Barack Obama does the near-impossible: He makes hope cool.

One myth following Iowa’s caucuses is that Obama’s fandom arises from a visceral human attraction to hope. We see columns like, “Youth and hope: could Obama be the new RFK?” by Rupert Cornwell in The Independent of London. Similarly, on a Chicago Tribune blog, Frank James described “the power of the hope message” to “speak to the human heart.” The philosophy: Hope is a cultural foundation, as natural as “the human heart” itself.

I wish that were true. Obama’s confidence belies how hard he must work to make hope popular.

Firstly: What is hope? When we hope, we recognize something bigger than ourselves. If each of us could be 100 percent self-sustaining, we would not need to hope. But we all rely on forces outside our control: friends’ generosity, strangers’ kindness, luck, and depending on one’s beliefs, divine providence.

Our hopes are bigger than us in another way: in whom we hope for. We hope not only for ourselves, but also for our families, friends and communities. I hope my sister gets into her top choice for graduate school. I hope my hometown, Washington, sees less crime. I hope Yale, if it builds new colleges, does not build on faraway Prospect Street. To hope is to let something or someone beyond ourselves matter to us.

An odd paradox emerges from the fact that our hopes go beyond us:

As an ideal, hope wins wide admiration. Faiths and cultures laud it. People who like to flatter themselves often dub themselves dreamers.

In practice, people treat a hopeful person very differently.

The reason why arises from what draws one person to another. Too often, people seek relationships — romantic, social and political — with those whose presence reflects best on their own social attractiveness. Feeling good about such boosts one’s ego. It is human nature (though what is natural is not necessarily the most satisfying, let alone right). So, too often, people want to be around the person who is not most hopeful, but most hard to attract.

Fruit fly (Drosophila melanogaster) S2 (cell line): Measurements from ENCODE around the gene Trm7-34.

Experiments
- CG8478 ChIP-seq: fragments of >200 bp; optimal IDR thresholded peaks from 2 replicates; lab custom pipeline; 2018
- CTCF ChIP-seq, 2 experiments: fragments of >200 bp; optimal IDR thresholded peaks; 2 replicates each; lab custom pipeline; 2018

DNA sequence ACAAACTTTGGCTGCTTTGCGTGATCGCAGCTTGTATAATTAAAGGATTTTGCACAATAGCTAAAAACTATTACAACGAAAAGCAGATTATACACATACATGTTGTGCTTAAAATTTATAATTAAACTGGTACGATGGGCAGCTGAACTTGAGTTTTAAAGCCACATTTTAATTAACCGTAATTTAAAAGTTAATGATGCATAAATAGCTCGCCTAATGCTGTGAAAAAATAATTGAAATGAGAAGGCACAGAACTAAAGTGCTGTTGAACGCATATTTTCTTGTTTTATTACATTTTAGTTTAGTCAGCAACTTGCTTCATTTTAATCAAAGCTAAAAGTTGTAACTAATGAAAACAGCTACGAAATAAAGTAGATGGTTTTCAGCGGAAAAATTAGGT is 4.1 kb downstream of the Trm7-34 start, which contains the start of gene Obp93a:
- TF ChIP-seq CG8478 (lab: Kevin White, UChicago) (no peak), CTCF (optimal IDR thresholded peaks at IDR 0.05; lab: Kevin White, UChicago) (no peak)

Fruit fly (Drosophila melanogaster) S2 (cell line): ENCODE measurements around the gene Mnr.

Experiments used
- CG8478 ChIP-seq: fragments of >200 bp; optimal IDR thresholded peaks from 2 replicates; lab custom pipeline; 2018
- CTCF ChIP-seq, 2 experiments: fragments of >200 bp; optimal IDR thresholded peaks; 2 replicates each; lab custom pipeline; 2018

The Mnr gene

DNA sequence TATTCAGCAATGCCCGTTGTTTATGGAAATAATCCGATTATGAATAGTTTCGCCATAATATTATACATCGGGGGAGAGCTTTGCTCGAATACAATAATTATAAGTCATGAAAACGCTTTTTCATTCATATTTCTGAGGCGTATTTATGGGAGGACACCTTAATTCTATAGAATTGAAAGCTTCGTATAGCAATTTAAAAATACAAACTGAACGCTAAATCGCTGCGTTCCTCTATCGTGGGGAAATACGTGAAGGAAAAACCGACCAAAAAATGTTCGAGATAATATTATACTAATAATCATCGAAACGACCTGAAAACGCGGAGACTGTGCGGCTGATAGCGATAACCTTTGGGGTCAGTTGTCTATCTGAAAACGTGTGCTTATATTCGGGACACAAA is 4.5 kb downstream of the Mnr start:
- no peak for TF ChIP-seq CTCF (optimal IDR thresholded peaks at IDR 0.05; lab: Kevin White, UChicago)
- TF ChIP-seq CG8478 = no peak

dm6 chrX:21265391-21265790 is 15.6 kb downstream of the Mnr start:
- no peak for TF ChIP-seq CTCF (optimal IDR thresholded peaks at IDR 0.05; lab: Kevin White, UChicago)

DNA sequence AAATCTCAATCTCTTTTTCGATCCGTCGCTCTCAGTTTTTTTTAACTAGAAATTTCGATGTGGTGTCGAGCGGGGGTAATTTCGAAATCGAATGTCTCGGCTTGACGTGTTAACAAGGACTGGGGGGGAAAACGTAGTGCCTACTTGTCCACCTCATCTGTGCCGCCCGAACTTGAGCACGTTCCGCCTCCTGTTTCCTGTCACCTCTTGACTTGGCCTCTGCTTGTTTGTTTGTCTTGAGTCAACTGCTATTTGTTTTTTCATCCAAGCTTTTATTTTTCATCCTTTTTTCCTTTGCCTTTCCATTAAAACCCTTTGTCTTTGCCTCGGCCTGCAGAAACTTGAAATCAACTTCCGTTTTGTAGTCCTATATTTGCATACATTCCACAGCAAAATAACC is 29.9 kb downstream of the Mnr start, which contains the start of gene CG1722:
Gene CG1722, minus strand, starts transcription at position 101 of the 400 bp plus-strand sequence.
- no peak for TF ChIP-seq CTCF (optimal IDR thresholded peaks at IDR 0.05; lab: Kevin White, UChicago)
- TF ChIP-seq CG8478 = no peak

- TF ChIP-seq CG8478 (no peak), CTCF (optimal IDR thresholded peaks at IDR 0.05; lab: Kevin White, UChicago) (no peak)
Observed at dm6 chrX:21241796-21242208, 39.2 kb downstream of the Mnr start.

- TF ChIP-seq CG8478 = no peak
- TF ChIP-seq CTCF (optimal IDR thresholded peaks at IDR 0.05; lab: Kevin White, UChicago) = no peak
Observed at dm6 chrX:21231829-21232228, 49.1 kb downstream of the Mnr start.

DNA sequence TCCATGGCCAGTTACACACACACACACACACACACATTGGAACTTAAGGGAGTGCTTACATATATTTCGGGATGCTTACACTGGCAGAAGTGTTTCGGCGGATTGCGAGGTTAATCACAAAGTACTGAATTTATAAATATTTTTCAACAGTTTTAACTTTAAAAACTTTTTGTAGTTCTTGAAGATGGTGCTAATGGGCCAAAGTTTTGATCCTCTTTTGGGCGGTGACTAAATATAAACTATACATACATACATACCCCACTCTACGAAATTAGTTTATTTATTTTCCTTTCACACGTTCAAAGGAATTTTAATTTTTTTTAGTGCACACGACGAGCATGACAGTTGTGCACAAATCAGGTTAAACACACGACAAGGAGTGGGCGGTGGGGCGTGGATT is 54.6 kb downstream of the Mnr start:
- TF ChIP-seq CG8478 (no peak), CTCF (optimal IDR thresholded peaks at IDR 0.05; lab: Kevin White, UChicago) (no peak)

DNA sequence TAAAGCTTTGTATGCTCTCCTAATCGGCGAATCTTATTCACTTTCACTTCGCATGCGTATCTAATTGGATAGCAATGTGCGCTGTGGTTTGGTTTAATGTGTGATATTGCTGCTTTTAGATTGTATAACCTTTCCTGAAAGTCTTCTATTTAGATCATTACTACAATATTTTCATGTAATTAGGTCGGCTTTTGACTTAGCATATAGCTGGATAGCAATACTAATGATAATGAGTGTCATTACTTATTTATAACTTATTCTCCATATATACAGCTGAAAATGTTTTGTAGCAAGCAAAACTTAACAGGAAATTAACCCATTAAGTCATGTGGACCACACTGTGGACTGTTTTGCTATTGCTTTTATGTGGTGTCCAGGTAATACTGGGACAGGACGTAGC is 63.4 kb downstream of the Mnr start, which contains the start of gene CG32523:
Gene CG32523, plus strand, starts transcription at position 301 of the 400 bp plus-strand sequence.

Consider: Person A meets two people. Person B is hopeful and caring. Person C would not go out of his way to hurt someone, but (unlike Person B) he is less than eager to go out of his way to make someone happier. He appears to need little more than himself. To A, the prospect of inclusion in this aura is exciting.

Person A may value this thrill of being chosen more than he would pay attention to the way C actually treats him. In contrast to C, Person B might, initially, strike Person A as powerless. Person B’s hopes take him beyond himself — into enjoying making others happy, and feeling friends’ hurts as his own — and leave him no aura of exclusivity to peddle.

We have all seen this phenomenon. The political version is Ronald Reagan’s line to Jimmy Carter in 1980’s presidential debates: “There you go again.” Carter was discussing his hope of health insurance for all Americans. Reagan, with a grin and a wisecrack, made Carter’s eager generosity seem weak, and his own carefree — careless — sunniness seem strong. Viscerally, everyone wanted to be let into that aura of “strength.” The debate was Reagan’s.

From James Dean to James Bond, from Daisy Buchanan to Brenda Patimkin, countless celebrities and characters have induced us to need them by seeming to need nobody. Consider Neil Strauss’ 2005 autobiography, “The Game: Penetrating the Secret Society of Pickup Artists.” It spawned a sequel, 2007’s “Rules of the Game,” which defines “the dating dichotomy” as “between weak guys and strong guys.” What is “strength”? It is seeking no one’s approval, “realiz[ing] that most people are … actually seeking your approval.” One possibility eludes Strauss: a relationship in which nobody seeks anybody’s “approval” — in which people genuinely likes to make each other happy, not out of fear, but out of love.

At one Yale party, I heard a loud conversation in which a girl snidely told a guy, “I love your child-like enthusiasm” — and a third person told her, “No. He’s just enthusiastic.” I thought: What a strange thing for her to say. To her, enthusiasm had to be child-like, just as for Strauss it is “weak,” and as for Reagan it merited a “there you go again.” Strength is the attitude (presumably hers) of holding back, of needing nobody, and thus alluring everybody.

Imagine if Carter’s idea was that the world is not divided into weak and strong. Imagine a culture in which personal attraction arose — not sometimes, nor often, but normally — from caring about each other.

To wish the best for America is to regret that Carter had such a tough time selling this idea.

So how does Obama succeed? I will offer some thoughts in my next column.

Noah Lawrence is a junior in Saybrook College. His column runs on alternate Mondays.